ST. GEORGE — Months of roadwork on a redesigned Main Street in Washington City officially came to an end Friday as barricades came down and regular traffic was allowed to return to normal for the downtown area.
The redesign of Main Street started last year as a flood-control measure following two major rain storms that caused a torrent of water to pour down the road and subsequently flood multiple homes in July and August 2018.
Part of the problem was the layout of the street that moved water to the sides of the road and into homes rather then down the middle of the road. Now, after a year of work, Main Street has a concave design and drainage systems that city officials believe will mitigate future flooding issues.
“We’ve concaved the road so we can mitigate flooding, which is the main reason we did this,” Washington City Mayor Ken Neilson said Wednesday while standing near the corner of Main Street and Telegraph Street.
While the barricades were still up at the time, the bulk of the roadwork had been completed with only a handful of workers still on scene to wrap up lingering projects.
Work on Main Street began in August 2019 and officially ended Friday. While it feels like it has been a long process, Neilson said, the overall project only experienced minor delays.
“We really want to thank the residents on Main Street and off Main Street that have been very patient with this process,” the mayor said. “Hopefully they’ll like that the end product is.”
Beyond the newly concaved roadway, residents on Main Street between the Interstate 15 underpass and Telegraph Street now have sidewalks and curbs and gutters lining both sides of the road. The street is also lined with what Neilson referred to as “traffic-calming measures” meant to help keep traffic through the area slow.
Among these measures is the median down the center of the roadway that is filled with white rocks and small trees anticipated to grow bigger with time. Bulb out and pullout areas also line either side of the street.
Designated bike lanes have also been added to this segment of Main Street.
As for flood control, Neilson said any water that comes down Main Street will be directed into a series of four drainage systems between I-15 and Telegraph Street. If the incoming water proves to be more than the first systems can hold, then it will go to the second, third and finally fourth system while dissipating along the way.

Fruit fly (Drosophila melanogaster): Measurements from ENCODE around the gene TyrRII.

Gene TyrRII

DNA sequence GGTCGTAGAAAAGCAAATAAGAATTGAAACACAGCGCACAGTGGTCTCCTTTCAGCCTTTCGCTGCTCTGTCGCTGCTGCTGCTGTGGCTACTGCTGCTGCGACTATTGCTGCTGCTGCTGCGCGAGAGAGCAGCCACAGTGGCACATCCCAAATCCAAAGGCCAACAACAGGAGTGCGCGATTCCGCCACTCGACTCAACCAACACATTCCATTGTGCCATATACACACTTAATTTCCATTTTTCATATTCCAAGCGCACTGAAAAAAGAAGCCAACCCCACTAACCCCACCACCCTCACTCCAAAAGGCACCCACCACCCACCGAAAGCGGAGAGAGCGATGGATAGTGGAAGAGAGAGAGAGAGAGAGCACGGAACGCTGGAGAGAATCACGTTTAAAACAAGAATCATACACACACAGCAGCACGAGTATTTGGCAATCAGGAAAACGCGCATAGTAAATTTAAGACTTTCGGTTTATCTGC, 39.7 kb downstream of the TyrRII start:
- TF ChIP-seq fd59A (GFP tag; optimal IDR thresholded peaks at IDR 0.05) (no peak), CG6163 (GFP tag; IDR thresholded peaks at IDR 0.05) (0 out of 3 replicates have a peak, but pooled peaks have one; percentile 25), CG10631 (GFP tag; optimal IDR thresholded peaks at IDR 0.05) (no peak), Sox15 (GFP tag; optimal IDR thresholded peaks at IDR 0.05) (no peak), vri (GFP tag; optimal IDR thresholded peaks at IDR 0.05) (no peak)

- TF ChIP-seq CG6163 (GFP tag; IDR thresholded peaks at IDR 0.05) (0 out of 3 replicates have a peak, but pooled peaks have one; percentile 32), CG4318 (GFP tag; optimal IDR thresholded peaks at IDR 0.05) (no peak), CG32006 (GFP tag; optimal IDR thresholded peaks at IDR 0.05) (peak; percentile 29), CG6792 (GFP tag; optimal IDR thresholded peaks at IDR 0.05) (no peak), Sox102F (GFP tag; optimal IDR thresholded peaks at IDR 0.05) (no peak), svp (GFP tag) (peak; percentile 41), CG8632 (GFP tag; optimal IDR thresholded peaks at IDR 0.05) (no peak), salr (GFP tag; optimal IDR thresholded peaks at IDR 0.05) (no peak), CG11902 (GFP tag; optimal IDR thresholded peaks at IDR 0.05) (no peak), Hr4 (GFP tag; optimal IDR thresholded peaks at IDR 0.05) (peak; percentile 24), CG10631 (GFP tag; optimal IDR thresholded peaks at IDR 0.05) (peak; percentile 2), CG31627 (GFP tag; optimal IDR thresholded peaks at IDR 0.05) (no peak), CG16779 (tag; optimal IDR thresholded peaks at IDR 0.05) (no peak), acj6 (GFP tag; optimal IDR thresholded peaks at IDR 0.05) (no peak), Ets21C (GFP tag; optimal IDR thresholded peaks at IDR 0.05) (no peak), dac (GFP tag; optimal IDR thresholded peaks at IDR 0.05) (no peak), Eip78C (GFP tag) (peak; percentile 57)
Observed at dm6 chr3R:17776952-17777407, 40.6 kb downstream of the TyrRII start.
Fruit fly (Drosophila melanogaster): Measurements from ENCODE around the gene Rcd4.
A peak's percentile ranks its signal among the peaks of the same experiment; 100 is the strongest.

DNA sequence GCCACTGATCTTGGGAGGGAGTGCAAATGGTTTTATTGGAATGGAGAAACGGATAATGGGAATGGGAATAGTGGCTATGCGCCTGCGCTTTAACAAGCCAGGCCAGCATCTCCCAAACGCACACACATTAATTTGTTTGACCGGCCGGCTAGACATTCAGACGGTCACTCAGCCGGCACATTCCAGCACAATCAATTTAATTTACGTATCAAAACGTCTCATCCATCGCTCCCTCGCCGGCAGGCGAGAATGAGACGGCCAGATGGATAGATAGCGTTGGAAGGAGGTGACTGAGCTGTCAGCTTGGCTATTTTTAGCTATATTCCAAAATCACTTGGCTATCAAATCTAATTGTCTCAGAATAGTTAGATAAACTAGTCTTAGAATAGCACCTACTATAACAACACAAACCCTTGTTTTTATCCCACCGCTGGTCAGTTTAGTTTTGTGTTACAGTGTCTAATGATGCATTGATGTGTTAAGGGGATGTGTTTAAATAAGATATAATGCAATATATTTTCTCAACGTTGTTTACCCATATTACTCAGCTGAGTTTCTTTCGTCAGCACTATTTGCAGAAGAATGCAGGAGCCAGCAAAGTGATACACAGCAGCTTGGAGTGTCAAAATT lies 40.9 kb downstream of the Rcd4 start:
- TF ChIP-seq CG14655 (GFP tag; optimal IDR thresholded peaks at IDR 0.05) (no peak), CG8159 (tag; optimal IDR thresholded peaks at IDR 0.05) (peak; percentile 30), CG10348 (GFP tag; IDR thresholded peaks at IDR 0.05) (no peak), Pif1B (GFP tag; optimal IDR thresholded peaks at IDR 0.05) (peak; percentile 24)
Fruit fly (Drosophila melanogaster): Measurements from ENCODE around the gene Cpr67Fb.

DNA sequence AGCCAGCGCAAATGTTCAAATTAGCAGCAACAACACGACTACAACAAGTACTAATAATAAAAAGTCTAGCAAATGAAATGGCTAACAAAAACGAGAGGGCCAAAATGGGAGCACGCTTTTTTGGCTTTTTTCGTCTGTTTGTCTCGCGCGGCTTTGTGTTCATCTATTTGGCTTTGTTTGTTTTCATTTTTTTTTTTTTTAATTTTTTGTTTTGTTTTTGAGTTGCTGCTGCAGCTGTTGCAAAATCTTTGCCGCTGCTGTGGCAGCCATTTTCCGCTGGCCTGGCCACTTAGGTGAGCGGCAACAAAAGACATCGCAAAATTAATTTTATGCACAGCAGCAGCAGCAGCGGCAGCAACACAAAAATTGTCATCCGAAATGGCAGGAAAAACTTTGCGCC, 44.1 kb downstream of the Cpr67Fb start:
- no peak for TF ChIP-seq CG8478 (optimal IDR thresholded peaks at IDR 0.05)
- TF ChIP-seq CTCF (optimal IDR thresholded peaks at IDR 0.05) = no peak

“So we’re very confident that if we have a 100-year flood, or a 200-year flood, that we will be able to have Main Street handle it,” Neilson said. “When the water gets to this point (near Telegraph Street), it’s a trickle.”
Overall, Neilson said he was pleased with how the project turned out.
“It’s a beautiful addition to our community,” he said. “Main Street has always been our downtown.”
As a part of the project, residents on both sides of Main Street ended up losing a part of their front yards to the city’s right of way, which was used to widen the street. While some residents certainly weren’t happy about that, Neilson said complaints over the matter eventually calmed down.
The redesign project is estimated to have run $5 million.
Some residents have asked the mayor about Main Street’s pending connection to the milepost 11 interchange the Utah Department of Transportation had proposed. While Main Street may tie into that project, it will likely still be a few years before UDOT gets the funding needed to start building the interchange, Neilson said.
Copyright St. George News, SaintGeorgeUtah.com LLC, 2020, all rights reserved.